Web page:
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I have to ask myself why I bother to write detailed stories and organize the in this format: Engine Operations reference page if people are not going to read them. In a previous photo Guy “B” sent me a picture of his engine running on his plane, with no cowling or airbox. I have said countless times that this is totally unacceptable, the same as running a water cooled car without a radiator or coolant. Yet there was some need to do this on a brand new engine. If there was ever a time in the life of an engine not to do this, it is when it is brand new. Between this, the undersized inlets, no timing set, and no egt information, how much damage do you think was done to the engine? If the engine fails in a few hours like Guy “A”‘s engine did, please tell me if you thing that all the guys in their EAA chaperts are going to say “I can’t believe he didn’t bother to take 10 minutes to set the timing” or do you think they will say “Stupid Corvairs, what a rip off that long haired jack ass in Florida is.”

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How many people are going to try this? I don’t know, but here is a story about a guy refused to buy a timing light and check the timing on his Corvair, because I had build the engine 10 years earlier, and it had been sold twice since then, moved all around the country, and put on two different planes, but he was still sure that the timing must be set correctly, because I built it a decade before. Guess what happened? He crashed the plane on the first flight, with a passenger. Understanding Flying Corvairs Pt. #6, 98% DNA not enough.

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In 24 hours we are leaving for Corvair College Number Thirty-Five. Is anyone learning anything, or am I just assisting in a free assembly service? This website has 740 stories on it, including many specifically on the need to set the timing on every Corvair. Is anyone reading stories like Ignition Timing on Corvairs or When to check your timing, Lessons learned Pt#2 which contains the sentence : 1) The timing needed to have been set on installation and checked at least at each annual. Please show me where it says “unless you think someone set it for you years earlier”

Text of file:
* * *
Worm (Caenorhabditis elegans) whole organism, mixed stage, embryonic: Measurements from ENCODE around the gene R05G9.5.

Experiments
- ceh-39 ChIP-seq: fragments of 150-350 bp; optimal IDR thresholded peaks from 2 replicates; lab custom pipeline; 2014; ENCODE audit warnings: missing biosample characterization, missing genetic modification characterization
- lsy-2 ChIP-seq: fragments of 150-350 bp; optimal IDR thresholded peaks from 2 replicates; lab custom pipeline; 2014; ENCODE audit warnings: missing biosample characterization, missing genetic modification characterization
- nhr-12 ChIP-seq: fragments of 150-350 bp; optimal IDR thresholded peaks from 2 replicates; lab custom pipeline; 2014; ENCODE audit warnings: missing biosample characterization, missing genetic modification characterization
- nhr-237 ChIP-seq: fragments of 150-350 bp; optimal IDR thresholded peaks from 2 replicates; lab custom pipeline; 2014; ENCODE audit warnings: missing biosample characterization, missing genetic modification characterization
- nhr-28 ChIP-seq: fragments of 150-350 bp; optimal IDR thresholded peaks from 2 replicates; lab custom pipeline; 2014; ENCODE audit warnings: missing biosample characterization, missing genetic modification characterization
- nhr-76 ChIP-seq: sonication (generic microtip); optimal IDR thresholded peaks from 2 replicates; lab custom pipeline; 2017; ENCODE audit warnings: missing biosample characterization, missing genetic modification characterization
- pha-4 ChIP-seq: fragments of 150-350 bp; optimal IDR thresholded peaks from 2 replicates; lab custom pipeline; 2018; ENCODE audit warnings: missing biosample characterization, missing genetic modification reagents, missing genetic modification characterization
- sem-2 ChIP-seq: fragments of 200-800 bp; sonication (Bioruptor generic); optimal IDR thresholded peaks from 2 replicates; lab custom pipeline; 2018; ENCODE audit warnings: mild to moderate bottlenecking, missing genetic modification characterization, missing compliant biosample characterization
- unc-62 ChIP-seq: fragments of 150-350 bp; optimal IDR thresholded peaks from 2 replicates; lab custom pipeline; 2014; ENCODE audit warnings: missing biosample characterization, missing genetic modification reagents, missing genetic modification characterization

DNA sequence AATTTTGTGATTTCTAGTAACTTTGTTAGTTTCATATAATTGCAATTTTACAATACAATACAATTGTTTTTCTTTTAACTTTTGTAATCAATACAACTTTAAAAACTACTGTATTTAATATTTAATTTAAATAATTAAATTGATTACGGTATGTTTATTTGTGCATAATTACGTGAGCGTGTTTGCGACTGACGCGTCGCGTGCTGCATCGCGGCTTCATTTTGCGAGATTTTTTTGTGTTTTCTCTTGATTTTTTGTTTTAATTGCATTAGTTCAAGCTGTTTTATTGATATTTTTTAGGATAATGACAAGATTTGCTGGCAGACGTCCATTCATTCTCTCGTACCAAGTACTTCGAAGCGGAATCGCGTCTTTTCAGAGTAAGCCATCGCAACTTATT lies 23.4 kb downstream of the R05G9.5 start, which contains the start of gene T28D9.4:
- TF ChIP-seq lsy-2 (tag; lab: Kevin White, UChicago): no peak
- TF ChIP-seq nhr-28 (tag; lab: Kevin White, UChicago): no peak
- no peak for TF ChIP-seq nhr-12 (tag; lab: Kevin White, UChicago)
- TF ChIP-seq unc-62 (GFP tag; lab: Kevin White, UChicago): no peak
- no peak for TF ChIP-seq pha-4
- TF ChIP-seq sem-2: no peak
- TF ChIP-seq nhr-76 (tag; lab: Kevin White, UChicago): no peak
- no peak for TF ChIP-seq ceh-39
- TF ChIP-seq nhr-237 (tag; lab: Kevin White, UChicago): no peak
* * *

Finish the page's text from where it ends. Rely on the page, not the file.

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Every week brings this kind of news. Last week I spoke with a guy who has been flying his plane for four years…..and he has never done a compression test. Try this, call your FSDO, tell them you don’t believe in compression tests at annual condition inspections and see how fast they revoke your repairman’s certificate your plane. Better yet, tell ask your insurance agent if your coverage is still valid if you only do part of a yearly inspection. Freedom to build homebuilts doesn’t mean that one is free from following standard procedures of aviation.

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The thing that gets me the most is the guys who are the beneficiaries of some great research and writing I have done, but willingly choose not to use the information, because they don’t have the time to correct some stuff, but evidently they have plenty of time to rebuild their plane. .Example: Plane flying to Oshkosh, with the landing gear 9″ too far back. I inspected the plane in California, told them the plane had poor CG and incorrect gear location. Neither corrected. On the way to Oshkosh, the engine is running poorly, (problem later traced to certified carb) but they flew past several optional airports to get to the one where the support van was…and promptly put the plane on it’s back…and said nothing when internet people blamed the accident on the Corvair engine of course. Plane flying again now, but with Chinese rockers…..